Emily Zhou1, Monica Ponder2, Jacob Barney3 and Gregory Welbaum1, (1)Department of Horticulture, Virginia Tech, Blacksburg, VA (2)Department of Food Science, Virginia Tech, Blacksburg, VA (3)Department of Plant Pathology Physiology and Weed Science, Virginia Tech, Blacksburg, VA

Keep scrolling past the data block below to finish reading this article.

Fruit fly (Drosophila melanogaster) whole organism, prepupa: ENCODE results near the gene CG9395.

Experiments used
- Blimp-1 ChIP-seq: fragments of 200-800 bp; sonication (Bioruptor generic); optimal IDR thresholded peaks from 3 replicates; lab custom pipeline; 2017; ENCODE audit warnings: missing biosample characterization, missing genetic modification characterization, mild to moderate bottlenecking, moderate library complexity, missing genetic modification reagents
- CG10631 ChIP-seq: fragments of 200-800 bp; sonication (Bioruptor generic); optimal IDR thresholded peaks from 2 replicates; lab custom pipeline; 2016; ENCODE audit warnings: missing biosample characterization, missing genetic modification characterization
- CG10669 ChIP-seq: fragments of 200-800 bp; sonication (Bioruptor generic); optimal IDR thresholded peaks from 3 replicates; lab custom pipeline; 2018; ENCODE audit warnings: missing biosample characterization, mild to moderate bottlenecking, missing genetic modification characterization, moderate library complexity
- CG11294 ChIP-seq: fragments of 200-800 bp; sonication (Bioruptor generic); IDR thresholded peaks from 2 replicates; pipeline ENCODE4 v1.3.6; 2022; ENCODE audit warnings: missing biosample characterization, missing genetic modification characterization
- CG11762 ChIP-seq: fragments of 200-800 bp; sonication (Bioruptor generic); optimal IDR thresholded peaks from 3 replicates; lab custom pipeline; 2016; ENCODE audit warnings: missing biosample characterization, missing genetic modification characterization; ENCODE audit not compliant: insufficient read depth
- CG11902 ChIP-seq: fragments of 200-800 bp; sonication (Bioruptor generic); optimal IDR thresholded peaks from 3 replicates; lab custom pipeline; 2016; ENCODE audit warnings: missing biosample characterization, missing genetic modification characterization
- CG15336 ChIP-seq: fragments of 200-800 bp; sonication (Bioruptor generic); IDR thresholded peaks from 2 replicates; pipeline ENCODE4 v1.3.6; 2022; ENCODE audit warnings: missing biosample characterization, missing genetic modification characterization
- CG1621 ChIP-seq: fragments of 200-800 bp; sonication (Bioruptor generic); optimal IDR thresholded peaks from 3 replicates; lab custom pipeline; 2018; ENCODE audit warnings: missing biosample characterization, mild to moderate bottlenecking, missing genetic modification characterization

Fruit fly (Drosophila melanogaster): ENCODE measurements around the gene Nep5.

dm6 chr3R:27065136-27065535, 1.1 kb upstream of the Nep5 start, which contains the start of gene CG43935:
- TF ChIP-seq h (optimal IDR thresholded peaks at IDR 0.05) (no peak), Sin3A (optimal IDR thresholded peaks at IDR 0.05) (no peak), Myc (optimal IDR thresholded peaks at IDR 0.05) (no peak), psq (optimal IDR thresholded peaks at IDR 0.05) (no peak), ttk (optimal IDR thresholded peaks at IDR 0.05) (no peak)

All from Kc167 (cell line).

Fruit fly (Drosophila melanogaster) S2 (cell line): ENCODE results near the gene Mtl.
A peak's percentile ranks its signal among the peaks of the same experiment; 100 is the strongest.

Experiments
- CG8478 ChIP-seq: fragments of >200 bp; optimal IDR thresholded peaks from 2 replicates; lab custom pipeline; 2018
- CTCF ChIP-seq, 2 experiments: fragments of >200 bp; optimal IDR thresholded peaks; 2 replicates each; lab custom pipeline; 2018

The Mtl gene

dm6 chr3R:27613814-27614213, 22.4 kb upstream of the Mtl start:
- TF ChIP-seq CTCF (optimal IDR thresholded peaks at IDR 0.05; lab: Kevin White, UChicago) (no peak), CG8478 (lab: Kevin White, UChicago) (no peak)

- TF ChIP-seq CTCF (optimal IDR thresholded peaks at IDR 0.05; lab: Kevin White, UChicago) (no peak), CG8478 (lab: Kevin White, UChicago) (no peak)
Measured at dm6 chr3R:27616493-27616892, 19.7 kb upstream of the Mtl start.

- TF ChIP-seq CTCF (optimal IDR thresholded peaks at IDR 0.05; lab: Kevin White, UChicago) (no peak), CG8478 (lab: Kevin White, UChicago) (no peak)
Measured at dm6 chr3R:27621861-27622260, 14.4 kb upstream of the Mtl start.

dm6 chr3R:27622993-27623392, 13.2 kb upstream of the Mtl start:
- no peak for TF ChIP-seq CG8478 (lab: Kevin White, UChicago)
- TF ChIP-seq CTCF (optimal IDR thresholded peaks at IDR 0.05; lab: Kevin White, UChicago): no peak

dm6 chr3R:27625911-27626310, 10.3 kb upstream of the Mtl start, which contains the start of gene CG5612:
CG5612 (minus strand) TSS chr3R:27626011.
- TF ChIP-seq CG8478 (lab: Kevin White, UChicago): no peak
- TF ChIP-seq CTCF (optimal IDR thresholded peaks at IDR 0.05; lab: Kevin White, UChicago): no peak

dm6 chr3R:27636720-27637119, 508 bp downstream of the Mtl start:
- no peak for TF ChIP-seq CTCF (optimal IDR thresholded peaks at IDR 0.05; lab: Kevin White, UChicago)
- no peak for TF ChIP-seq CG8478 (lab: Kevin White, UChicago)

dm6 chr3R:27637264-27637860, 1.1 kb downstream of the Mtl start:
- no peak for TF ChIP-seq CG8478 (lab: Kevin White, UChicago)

Sweet basil (Ocimum basilicum L.) seeds are myxospermic, producing a thick layer of mucilage around the testa within minutes after hydration. The mucilage and seeds are bottled as a popular drink in many Asian countries. Myxospermy is most prevalent among plant species adapted to surviving in arid sandy soils, though its significance in determining the ecological fitness is unclear. The mucilage produced by myxospermic seeds is reported to be composed of cell-wall polysaccharides that are deposited during development of testa cells. In this study, sweet basil seeds were examined using light and environmental scanning electron microscopy. The mucilage of basil seeds it held together by columnar structures that unfolded from the testa and helped hold and stabilize the mucilage to the seed surface. The mucilage was removed using diluted hydrochloric acid to compare performance of seeds with and without mucilage. Mucilage removal did not inhibit seed germination in a laboratory under ideal conditions, but did change the water content of seeds a lot. Mucilage enabled seeds cling to an incline board set to a steeper angle than that of dry seeds. Soil (media) test showed no significant difference between seeds with and without mucilage.